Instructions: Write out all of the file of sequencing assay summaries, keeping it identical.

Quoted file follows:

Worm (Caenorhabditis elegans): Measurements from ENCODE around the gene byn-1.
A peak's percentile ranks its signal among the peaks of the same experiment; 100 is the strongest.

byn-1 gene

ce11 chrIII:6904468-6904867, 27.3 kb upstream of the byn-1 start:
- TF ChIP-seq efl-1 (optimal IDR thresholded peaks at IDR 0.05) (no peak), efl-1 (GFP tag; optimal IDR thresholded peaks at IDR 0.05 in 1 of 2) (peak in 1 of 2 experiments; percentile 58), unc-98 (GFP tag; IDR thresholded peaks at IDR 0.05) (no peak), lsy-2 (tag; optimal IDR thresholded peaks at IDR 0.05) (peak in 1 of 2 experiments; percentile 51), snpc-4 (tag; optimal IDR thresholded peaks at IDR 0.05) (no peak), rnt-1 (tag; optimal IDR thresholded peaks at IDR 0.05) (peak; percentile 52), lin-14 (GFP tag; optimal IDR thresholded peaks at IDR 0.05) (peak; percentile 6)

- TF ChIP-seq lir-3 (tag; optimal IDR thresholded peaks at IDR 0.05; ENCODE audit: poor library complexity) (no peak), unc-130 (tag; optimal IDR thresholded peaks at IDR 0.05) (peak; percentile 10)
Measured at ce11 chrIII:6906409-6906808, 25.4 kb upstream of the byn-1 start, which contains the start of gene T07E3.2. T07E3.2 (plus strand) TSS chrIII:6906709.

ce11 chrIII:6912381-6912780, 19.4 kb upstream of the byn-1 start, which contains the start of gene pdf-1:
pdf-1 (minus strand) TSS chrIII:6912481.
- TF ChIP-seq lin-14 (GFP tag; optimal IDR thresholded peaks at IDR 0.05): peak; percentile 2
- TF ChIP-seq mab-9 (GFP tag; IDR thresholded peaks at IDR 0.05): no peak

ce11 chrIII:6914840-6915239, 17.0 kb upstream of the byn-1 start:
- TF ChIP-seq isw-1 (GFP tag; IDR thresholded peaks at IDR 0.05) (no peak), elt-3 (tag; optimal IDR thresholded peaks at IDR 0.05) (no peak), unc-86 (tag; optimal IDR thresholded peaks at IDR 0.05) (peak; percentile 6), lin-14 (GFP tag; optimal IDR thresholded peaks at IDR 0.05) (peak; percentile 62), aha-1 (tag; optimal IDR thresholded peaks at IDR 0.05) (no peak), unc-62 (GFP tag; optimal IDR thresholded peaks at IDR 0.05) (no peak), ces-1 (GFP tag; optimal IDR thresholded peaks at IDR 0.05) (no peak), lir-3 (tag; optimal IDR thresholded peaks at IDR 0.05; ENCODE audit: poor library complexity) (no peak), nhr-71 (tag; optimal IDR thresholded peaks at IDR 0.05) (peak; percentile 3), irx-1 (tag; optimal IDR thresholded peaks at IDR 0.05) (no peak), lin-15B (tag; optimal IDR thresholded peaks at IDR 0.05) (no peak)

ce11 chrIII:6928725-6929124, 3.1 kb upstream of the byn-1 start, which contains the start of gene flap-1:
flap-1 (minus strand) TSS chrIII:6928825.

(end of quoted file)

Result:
Worm (Caenorhabditis elegans): Measurements from ENCODE around the gene byn-1.
A peak's percentile ranks its signal among the peaks of the same experiment; 100 is the strongest.

byn-1 gene

ce11 chrIII:6904468-6904867, 27.3 kb upstream of the byn-1 start:
- TF ChIP-seq efl-1 (optimal IDR thresholded peaks at IDR 0.05) (no peak), efl-1 (GFP tag; optimal IDR thresholded peaks at IDR 0.05 in 1 of 2) (peak in 1 of 2 experiments; percentile 58), unc-98 (GFP tag; IDR thresholded peaks at IDR 0.05) (no peak), lsy-2 (tag; optimal IDR thresholded peaks at IDR 0.05) (peak in 1 of 2 experiments; percentile 51), snpc-4 (tag; optimal IDR thresholded peaks at IDR 0.05) (no peak), rnt-1 (tag; optimal IDR thresholded peaks at IDR 0.05) (peak; percentile 52), lin-14 (GFP tag; optimal IDR thresholded peaks at IDR 0.05) (peak; percentile 6)

- TF ChIP-seq lir-3 (tag; optimal IDR thresholded peaks at IDR 0.05; ENCODE audit: poor library complexity) (no peak), unc-130 (tag; optimal IDR thresholded peaks at IDR 0.05) (peak; percentile 10)
Measured at ce11 chrIII:6906409-6906808, 25.4 kb upstream of the byn-1 start, which contains the start of gene T07E3.2. T07E3.2 (plus strand) TSS chrIII:6906709.

ce11 chrIII:6912381-6912780, 19.4 kb upstream of the byn-1 start, which contains the start of gene pdf-1:
pdf-1 (minus strand) TSS chrIII:6912481.
- TF ChIP-seq lin-14 (GFP tag; optimal IDR thresholded peaks at IDR 0.05): peak; percentile 2
- TF ChIP-seq mab-9 (GFP tag; IDR thresholded peaks at IDR 0.05): no peak

ce11 chrIII:6914840-6915239, 17.0 kb upstream of the byn-1 start:
- TF ChIP-seq isw-1 (GFP tag; IDR thresholded peaks at IDR 0.05) (no peak), elt-3 (tag; optimal IDR thresholded peaks at IDR 0.05) (no peak), unc-86 (tag; optimal IDR thresholded peaks at IDR 0.05) (peak; percentile 6), lin-14 (GFP tag; optimal IDR thresholded peaks at IDR 0.05) (peak; percentile 62), aha-1 (tag; optimal IDR thresholded peaks at IDR 0.05) (no peak), unc-62 (GFP tag; optimal IDR thresholded peaks at IDR 0.05) (no peak), ces-1 (GFP tag; optimal IDR thresholded peaks at IDR 0.05) (no peak), lir-3 (tag; optimal IDR thresholded peaks at IDR 0.05; ENCODE audit: poor library complexity) (no peak), nhr-71 (tag; optimal IDR thresholded peaks at IDR 0.05) (peak; percentile 3), irx-1 (tag; optimal IDR thresholded peaks at IDR 0.05) (no peak), lin-15B (tag; optimal IDR thresholded peaks at IDR 0.05) (no peak)

ce11 chrIII:6928725-6929124, 3.1 kb upstream of the byn-1 start, which contains the start of gene flap-1:
flap-1 (minus strand) TSS chrIII:6928825.